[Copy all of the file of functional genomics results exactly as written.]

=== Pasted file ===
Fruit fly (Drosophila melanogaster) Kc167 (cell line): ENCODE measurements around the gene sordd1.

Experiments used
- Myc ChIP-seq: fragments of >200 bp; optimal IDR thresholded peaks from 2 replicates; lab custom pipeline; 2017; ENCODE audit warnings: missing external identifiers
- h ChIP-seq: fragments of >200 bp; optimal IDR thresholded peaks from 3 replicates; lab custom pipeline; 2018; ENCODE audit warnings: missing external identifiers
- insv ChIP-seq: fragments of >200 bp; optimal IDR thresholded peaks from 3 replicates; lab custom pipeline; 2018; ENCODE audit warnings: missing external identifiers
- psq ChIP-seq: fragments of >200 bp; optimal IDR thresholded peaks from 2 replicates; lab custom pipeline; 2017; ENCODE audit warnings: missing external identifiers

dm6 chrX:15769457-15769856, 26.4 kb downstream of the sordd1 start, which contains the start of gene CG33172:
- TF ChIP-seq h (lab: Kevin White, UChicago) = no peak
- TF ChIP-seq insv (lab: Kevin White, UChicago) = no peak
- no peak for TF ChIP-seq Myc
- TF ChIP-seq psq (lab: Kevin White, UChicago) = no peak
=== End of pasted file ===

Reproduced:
Fruit fly (Drosophila melanogaster) Kc167 (cell line): ENCODE measurements around the gene sordd1.

Experiments used
- Myc ChIP-seq: fragments of >200 bp; optimal IDR thresholded peaks from 2 replicates; lab custom pipeline; 2017; ENCODE audit warnings: missing external identifiers
- h ChIP-seq: fragments of >200 bp; optimal IDR thresholded peaks from 3 replicates; lab custom pipeline; 2018; ENCODE audit warnings: missing external identifiers
- insv ChIP-seq: fragments of >200 bp; optimal IDR thresholded peaks from 3 replicates; lab custom pipeline; 2018; ENCODE audit warnings: missing external identifiers
- psq ChIP-seq: fragments of >200 bp; optimal IDR thresholded peaks from 2 replicates; lab custom pipeline; 2017; ENCODE audit warnings: missing external identifiers

dm6 chrX:15769457-15769856, 26.4 kb downstream of the sordd1 start, which contains the start of gene CG33172:
- TF ChIP-seq h (lab: Kevin White, UChicago) = no peak
- TF ChIP-seq insv (lab: Kevin White, UChicago) = no peak
- no peak for TF ChIP-seq Myc
- TF ChIP-seq psq (lab: Kevin White, UChicago) = no peak